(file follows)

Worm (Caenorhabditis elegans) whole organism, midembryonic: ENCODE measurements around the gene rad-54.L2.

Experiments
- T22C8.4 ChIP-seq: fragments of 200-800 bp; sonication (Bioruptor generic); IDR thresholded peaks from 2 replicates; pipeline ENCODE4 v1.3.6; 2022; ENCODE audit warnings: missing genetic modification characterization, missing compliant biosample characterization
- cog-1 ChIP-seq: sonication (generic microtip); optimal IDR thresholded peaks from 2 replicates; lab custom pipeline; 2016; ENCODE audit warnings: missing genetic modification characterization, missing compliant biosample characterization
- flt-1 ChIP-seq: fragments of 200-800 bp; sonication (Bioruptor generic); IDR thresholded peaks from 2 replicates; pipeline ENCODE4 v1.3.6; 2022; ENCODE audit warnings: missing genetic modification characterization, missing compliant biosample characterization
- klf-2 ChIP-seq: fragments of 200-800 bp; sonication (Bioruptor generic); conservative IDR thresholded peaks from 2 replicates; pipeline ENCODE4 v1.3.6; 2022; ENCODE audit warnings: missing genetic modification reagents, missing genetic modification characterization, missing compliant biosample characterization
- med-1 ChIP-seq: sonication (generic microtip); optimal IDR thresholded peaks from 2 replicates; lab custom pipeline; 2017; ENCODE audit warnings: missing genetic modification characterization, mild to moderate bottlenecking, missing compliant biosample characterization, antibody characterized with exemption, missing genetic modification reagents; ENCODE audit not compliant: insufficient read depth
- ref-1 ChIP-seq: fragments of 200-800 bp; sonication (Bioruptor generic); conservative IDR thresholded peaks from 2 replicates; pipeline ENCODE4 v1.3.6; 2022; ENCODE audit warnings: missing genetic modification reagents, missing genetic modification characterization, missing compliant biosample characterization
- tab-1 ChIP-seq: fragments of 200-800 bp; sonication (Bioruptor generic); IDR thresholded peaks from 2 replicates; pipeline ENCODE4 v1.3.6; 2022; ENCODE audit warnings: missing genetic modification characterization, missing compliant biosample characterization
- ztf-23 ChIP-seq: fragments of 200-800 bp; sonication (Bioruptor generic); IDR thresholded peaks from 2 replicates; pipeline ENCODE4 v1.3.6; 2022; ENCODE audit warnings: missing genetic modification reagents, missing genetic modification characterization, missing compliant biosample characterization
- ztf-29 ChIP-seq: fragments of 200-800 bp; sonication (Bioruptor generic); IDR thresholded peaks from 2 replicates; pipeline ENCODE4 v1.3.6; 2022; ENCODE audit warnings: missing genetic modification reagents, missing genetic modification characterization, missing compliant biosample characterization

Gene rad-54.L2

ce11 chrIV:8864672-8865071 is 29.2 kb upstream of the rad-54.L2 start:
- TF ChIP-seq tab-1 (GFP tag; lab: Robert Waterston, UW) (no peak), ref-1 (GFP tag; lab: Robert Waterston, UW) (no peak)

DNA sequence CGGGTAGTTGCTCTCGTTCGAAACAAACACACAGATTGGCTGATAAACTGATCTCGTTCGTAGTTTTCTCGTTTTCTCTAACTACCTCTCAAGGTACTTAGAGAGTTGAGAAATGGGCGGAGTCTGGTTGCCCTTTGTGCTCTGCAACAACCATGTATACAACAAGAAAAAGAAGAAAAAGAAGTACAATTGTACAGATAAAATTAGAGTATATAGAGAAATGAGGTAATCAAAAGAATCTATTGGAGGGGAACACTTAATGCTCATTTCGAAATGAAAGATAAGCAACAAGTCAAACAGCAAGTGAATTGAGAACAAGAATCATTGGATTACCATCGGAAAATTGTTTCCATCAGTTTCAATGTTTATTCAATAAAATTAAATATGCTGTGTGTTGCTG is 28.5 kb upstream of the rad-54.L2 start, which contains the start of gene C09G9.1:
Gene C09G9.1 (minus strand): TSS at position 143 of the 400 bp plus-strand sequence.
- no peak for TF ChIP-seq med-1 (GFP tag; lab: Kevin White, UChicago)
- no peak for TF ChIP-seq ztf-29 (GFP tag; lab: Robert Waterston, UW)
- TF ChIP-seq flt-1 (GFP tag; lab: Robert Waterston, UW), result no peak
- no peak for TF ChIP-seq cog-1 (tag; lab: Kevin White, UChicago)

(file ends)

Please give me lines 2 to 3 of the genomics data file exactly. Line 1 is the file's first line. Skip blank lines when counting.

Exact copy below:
Experiments
- T22C8.4 ChIP-seq: fragments of 200-800 bp; sonication (Bioruptor generic); IDR thresholded peaks from 2 replicates; pipeline ENCODE4 v1.3.6; 2022; ENCODE audit warnings: missing genetic modification characterization, missing compliant biosample characterization